Confession: I’ve never actually seen Rebel Without A Cause. Lots of people have told me that, for an iconic movie, it’s not actually that good.
I’ve stuck to checking out hot pictures of James Dean.
I feel like I’ve made an okay decision about that, because damn, dude. Damn.
Anyway, here’s another snippet. Enjoy!
I lean against the bar next to Luna, elbowing a guy with flip-flops and long hair. He looks at me like he’s gonna say something, but changes his mind pretty fast. Luna doesn’t notice.
“You come all the way down here to drink alone, detective?” I say.
She turns and looks at me, her mass of curls bouncing. Then she laughs.
“I’m not alone,” she says, her warm brown eyes dancing. “This place is practically overflowing.”
Luna’s leaning against the bar with her forearms, wearing a sleeveless shirt and shorts, her skin pale gold. I have to fight the urge to lick her shoulder.
Then she looks at my drink, and raises one eyebrow.
“Your latest married conquest buy that for you?” she asks, tilting her head just a little to one side.
Even though our eyes are locked, I can tell she’s checking me out again. I fight the urge to pull on the collar of my t-shirt under my jacket, just to make sure none of my ink is showing.
“Because it’s purple and has a cherry?” I ask, and take a sip.
“I had you figured for the gruff, whiskey-on-the-rocks type,” Luna says. “That’s positively delicate.”
“I’m dainty as fuck,” I say, twisting the stem of the glass between my fingers. “Couldn’t you tell?”
“So you fix cars, surf badly, wear leather jackets, and prefer your drinks purple?” Luna asks.
“I’m complicated,” I say. “Besides, I can make myself a whiskey on the rocks at home. I don’t even know what’s in this thing, but it’s delicious.”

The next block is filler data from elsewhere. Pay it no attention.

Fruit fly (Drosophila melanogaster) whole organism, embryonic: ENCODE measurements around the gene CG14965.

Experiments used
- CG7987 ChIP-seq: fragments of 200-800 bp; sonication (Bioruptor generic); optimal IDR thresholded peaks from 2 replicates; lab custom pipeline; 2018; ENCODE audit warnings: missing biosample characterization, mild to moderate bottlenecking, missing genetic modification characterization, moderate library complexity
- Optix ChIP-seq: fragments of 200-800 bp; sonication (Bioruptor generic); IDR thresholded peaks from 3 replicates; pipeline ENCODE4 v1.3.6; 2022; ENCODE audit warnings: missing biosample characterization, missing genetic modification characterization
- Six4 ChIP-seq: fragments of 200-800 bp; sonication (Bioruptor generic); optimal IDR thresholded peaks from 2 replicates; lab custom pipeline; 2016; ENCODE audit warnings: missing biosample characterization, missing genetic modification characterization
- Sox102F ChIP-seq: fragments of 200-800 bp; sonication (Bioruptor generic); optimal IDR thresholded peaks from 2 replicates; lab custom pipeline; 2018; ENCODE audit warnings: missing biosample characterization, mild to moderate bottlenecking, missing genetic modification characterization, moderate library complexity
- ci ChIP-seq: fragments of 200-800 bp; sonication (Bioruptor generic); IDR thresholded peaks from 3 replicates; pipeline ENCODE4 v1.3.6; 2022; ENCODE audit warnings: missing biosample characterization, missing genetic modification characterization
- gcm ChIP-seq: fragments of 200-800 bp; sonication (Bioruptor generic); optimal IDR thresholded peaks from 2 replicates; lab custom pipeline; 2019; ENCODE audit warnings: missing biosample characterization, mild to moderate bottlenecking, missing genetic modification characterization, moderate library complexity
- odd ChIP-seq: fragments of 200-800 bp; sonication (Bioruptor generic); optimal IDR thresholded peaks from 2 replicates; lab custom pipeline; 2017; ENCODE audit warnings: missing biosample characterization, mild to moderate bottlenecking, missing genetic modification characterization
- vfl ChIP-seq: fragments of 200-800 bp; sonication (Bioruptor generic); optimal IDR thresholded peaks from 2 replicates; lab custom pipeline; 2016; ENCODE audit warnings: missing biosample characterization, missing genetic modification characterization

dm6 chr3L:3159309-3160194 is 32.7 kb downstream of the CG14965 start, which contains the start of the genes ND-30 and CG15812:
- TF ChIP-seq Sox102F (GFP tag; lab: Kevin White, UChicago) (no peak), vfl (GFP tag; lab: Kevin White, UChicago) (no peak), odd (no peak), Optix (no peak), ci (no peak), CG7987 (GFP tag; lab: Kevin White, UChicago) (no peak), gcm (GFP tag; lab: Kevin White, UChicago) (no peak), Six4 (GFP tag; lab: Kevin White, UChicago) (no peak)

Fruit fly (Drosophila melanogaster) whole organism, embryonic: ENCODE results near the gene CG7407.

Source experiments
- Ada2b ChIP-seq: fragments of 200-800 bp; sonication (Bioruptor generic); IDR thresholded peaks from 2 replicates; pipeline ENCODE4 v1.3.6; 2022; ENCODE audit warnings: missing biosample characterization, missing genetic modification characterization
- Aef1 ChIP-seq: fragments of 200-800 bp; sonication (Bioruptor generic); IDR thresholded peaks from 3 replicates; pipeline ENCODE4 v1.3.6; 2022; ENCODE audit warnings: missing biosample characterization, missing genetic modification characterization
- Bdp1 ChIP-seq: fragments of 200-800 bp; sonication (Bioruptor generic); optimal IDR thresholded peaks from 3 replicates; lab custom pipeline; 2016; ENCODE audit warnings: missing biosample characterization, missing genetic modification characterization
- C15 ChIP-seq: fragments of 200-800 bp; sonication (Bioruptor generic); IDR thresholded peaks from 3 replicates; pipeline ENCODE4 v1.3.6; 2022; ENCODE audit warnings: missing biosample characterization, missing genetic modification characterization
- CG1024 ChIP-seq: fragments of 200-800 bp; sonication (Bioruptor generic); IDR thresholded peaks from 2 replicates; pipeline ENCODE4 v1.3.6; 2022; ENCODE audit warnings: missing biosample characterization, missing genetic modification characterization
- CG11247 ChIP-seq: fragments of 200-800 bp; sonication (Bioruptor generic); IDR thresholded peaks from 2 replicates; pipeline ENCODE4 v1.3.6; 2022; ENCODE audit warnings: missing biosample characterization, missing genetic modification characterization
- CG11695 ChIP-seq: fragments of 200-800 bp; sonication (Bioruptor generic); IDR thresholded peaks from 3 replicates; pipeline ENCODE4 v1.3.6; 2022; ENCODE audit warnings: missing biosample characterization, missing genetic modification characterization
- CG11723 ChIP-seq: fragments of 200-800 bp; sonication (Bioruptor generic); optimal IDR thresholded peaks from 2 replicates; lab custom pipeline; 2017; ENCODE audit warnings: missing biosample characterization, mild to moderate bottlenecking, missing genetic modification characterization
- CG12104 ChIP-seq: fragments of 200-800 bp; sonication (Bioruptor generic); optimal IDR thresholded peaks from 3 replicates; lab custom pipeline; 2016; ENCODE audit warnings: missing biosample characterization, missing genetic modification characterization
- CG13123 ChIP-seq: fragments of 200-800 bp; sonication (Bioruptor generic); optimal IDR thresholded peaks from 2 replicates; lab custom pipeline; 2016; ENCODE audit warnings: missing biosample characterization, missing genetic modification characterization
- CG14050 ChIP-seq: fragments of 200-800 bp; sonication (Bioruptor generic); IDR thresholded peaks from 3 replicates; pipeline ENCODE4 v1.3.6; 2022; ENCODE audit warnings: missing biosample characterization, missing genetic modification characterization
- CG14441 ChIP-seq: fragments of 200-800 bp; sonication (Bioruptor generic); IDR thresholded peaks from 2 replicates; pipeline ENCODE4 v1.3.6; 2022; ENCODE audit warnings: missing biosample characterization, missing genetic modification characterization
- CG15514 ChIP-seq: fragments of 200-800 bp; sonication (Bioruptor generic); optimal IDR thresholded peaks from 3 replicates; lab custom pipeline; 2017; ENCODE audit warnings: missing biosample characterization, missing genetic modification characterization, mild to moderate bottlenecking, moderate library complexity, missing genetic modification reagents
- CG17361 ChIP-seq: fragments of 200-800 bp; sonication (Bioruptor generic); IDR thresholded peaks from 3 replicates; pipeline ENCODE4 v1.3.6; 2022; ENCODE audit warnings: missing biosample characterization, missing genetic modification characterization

“Looks like the Cheshire Cat took a piss in a martini glass,” she says.
Luna squeezes her eyes shut for a moment, like she’s wincing. Then she laughs.
“I spend too much time around cops,” she says. “Those filthy assholes are wearing off on me.”
“I’m deeply offended,” I deadpan.
“You do strike me as the pearl-clutching type,” she teases. “You write a lot of letters to the editor about how disrespectful the youth of today is?”
“Thousands,” I say. “I live for it, detective.”
The bartender comes over and sets two beers in front of Luna.
I raise my eyebrows, then take another sip of the tasty purple drink to cover my surprise.
“Same tab?” he asks.
Luna just nods.
“Yeah, he owes me,” she says, and the bartender leaves again.
She grabs the beers and turns to me.
“I did tell you my name,” she says. “You don’t have to call me detective, you know.”
I can’t stop wondering who the other beer is for, or whether it’s the he is who owes Luna.
“I had to drag it out of you,” I say. I’m trying to sound light, but my voice sounds a little hollow, even to me. “I thought you might prefer your title, detective.”
“Well, I’ll see you around, mechanic,” she teases.